Art Trends: The New Nude

Is porn art? Is art porn? Today’s conversation deeper consideration than simply "who’s being fucked."

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13 June 2016, 12:40pm

Lindsay Dye. Via Motherboard

This article contains adult content.

 

A photo posted by Mark Johnson (@johnners63) on


Last May, notorious appropriation artist Richard Prince caused a stir during the Frieze Art Fair in New York when he revealed New Portraits, a series of photos of photos. He “stole” the images from the accounts of some Instagram-famous young women— models, musicians, and performers. The purloined content was connected by Prince’s interest and the space it occupied; each carefully curated candid sat squarely between a sext and a selfie, revealing Prince’s penchant for publishing things that are potentially pornographic, as well as a number of young artists’ own.

In 1969, Betty Tompkins took a similar approach to Prince’s with her own series of paintings. Her source material—tightly cropped hardcore pornography— caused her work to be banned all over the world. But the fact that Tompkins’s Fuck Paintings reemerged and were revered in 2013 speaks to a movement toward thinking more openly about sex and art.
 

 

Studio visit with Betty Tompkins always inspiring #bettytompkins @bettytompkinsart

A photo posted by P.P.O.W (@ppowgallery) on


Even Jeff Koons’s 1990 Made in Heaven, a series of snapshots with his then wife Ilona Staller, a porn actress best known by the name Cicciolina (Italian slang for “cuddly fat one”), promised to shake up the rising star’s career by unabashedly depicting graphic sex. The pictures aren’t close to being his most popular, but they set the bar for sex performed as art in a way that only a handful of artists, including Cosey Fanni Tutti, with her two-year foray into porn stardom (a performance-art project called Prostitution), had before.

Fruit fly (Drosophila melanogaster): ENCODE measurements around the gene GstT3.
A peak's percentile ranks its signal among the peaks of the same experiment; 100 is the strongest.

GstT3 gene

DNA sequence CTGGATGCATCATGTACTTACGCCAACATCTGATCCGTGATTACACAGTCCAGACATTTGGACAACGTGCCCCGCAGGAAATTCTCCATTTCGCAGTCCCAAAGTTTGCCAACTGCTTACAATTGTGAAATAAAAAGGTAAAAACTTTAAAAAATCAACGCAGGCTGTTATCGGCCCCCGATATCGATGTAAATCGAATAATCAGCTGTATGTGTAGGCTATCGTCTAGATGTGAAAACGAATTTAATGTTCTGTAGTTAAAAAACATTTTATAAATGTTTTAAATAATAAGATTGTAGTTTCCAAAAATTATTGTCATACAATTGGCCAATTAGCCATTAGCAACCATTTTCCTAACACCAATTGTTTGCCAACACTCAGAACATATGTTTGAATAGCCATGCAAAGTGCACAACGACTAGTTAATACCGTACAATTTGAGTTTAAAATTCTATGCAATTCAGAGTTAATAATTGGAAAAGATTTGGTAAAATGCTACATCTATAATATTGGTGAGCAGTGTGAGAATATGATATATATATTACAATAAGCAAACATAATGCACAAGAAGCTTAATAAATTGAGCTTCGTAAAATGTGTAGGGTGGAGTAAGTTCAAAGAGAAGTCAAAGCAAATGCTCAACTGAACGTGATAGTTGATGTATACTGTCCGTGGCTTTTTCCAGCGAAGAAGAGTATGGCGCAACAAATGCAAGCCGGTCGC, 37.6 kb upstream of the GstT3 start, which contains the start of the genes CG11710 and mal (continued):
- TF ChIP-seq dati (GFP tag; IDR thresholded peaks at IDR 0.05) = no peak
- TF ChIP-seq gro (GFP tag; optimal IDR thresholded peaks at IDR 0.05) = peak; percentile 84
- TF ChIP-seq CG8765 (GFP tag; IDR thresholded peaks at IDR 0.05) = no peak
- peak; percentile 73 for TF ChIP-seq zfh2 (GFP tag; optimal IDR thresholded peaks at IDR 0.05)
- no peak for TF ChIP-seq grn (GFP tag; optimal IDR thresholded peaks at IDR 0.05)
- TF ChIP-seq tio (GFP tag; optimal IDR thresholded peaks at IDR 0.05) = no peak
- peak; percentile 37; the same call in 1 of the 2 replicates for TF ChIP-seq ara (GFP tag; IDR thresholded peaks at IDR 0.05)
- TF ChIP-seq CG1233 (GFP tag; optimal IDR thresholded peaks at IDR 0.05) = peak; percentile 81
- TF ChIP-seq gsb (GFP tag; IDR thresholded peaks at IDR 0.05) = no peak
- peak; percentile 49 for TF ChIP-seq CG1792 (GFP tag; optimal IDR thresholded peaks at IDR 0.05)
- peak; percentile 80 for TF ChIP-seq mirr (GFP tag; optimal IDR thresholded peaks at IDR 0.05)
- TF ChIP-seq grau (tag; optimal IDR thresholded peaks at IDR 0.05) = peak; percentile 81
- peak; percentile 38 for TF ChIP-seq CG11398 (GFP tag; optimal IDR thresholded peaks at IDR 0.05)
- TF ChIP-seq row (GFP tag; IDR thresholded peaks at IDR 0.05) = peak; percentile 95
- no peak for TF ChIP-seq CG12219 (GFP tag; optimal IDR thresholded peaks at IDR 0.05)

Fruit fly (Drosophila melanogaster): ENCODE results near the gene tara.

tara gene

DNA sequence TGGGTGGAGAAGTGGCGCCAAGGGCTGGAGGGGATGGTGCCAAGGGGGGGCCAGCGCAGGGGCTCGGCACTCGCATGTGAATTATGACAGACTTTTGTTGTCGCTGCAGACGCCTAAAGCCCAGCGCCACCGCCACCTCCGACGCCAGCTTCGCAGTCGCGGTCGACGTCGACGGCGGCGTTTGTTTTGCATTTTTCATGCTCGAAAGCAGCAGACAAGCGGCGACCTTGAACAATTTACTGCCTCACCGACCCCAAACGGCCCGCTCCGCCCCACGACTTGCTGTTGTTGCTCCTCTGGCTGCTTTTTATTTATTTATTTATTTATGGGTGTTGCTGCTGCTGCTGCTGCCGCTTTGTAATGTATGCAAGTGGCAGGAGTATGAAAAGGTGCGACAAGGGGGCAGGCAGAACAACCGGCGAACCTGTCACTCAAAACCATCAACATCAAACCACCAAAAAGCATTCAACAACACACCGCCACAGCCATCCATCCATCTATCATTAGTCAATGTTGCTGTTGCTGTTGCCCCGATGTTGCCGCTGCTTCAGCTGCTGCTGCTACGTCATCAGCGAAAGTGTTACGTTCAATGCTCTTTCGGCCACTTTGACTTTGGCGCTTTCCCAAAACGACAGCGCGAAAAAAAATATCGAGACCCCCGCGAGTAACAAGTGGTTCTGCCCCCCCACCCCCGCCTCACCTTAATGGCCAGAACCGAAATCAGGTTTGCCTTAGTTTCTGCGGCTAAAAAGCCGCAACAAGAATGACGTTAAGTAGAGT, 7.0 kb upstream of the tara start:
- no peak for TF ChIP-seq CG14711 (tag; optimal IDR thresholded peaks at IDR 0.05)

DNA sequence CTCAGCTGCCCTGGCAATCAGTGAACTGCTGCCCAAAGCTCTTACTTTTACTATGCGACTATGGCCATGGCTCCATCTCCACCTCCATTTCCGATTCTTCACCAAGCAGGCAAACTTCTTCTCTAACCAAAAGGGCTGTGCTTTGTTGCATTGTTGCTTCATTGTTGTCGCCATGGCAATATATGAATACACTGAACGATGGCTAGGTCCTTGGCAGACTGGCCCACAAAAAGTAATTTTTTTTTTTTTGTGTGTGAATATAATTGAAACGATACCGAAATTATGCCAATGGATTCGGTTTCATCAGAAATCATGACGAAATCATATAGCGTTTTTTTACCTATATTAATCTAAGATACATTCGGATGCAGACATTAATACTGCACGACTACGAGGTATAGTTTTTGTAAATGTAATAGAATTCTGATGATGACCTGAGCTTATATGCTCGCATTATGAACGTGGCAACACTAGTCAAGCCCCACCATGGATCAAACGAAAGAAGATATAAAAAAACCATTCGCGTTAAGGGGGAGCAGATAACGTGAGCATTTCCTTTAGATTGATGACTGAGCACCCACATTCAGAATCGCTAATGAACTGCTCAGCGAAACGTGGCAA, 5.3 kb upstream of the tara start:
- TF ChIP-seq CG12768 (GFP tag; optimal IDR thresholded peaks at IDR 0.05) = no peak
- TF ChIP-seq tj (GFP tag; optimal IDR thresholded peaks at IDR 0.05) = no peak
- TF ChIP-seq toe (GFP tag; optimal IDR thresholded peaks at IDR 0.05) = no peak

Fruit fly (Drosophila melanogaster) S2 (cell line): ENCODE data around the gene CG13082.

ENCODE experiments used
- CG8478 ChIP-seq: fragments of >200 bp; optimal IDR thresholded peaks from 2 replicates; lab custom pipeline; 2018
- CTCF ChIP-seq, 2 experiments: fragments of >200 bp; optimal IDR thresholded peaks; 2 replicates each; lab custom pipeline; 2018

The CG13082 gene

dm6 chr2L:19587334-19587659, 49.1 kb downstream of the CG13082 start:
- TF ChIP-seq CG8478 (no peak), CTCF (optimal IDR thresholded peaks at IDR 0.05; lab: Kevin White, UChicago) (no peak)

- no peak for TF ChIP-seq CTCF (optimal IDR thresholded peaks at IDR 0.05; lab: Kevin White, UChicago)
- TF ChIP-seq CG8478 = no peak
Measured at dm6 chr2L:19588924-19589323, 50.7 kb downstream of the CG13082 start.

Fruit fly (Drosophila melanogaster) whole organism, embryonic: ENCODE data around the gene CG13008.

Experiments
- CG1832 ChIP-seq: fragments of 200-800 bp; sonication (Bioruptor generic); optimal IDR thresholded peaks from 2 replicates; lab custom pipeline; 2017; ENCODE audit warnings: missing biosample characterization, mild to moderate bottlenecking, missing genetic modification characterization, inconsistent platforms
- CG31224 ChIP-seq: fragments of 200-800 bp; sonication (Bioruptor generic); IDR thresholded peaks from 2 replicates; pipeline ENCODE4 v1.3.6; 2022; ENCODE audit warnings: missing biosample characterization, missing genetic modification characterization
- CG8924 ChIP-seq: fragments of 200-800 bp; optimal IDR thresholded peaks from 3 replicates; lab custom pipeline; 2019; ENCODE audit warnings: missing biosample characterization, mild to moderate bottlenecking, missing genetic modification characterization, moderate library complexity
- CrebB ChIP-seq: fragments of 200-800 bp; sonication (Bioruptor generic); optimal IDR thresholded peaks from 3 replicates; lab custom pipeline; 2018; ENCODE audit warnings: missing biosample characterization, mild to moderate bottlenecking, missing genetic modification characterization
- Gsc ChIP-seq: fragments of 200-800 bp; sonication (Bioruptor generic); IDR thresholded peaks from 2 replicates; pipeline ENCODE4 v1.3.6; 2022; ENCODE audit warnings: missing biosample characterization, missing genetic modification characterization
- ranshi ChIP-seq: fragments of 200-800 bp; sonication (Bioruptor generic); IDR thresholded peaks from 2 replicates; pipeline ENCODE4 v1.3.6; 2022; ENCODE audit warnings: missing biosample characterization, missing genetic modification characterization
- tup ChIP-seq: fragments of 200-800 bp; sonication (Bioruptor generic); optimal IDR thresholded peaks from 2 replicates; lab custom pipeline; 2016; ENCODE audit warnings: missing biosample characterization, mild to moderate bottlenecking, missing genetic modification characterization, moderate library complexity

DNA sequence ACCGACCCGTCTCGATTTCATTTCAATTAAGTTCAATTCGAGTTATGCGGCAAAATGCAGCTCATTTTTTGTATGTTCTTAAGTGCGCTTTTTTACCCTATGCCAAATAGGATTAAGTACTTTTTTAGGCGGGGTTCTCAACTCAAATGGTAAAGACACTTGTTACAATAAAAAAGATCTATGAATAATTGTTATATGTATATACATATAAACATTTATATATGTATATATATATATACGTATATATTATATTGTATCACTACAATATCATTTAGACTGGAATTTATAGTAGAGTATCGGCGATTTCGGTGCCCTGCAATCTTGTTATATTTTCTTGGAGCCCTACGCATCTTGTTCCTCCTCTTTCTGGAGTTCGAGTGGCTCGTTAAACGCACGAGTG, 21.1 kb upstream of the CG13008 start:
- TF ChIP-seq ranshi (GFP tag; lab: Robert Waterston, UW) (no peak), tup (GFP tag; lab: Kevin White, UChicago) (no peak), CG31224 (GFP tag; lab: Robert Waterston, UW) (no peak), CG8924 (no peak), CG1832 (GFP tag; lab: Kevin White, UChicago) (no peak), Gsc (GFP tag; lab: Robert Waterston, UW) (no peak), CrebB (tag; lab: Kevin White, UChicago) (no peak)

Studio visit with Betty Tompkins always inspiring #bettytompkins @bettytompkinsart

A photo posted by P.P.O.W (@ppowgallery) on


In the age of the internet, however, art and porn intersect more than ever. “I’m past being frustrated with being naked on the internet,” artist, photographer, and "CamWomanLindsay Dye told Motherboard, after she decided to print and sell the physical copies of screenshots from her live shows that online harassers had started blackmailing her with in 2015. “Once I accepted it, my live shows and art were activated again. I want the circularity of the project [Buy Me Offline] to work in my favor, by taking back what is mine and selling what the recorders can’t: my physical artwork.” It’s a project in line with the My body is on the internet, deal with it declaration that Prince’s Instagram subjects each appear to suggest, both in theory and in praxis. It’s a declaration made daily, with aplomb, in the internet-based works of Zoë Ligon, Leah Schrager, Ann Hirsch, and countless others. OK then, what can we make? Prince asks with his series.

It seems high time we put to bed the divisive “art or porn?” debate. Today’s sex-based content deserves deeper consideration than simply who’s being fucked—not least because the market will buy or take the shirt off your back either way. Porn, like art, is what you make it.

This article appeared in the June issue of VICE magazine. Click HERE to subscribe.

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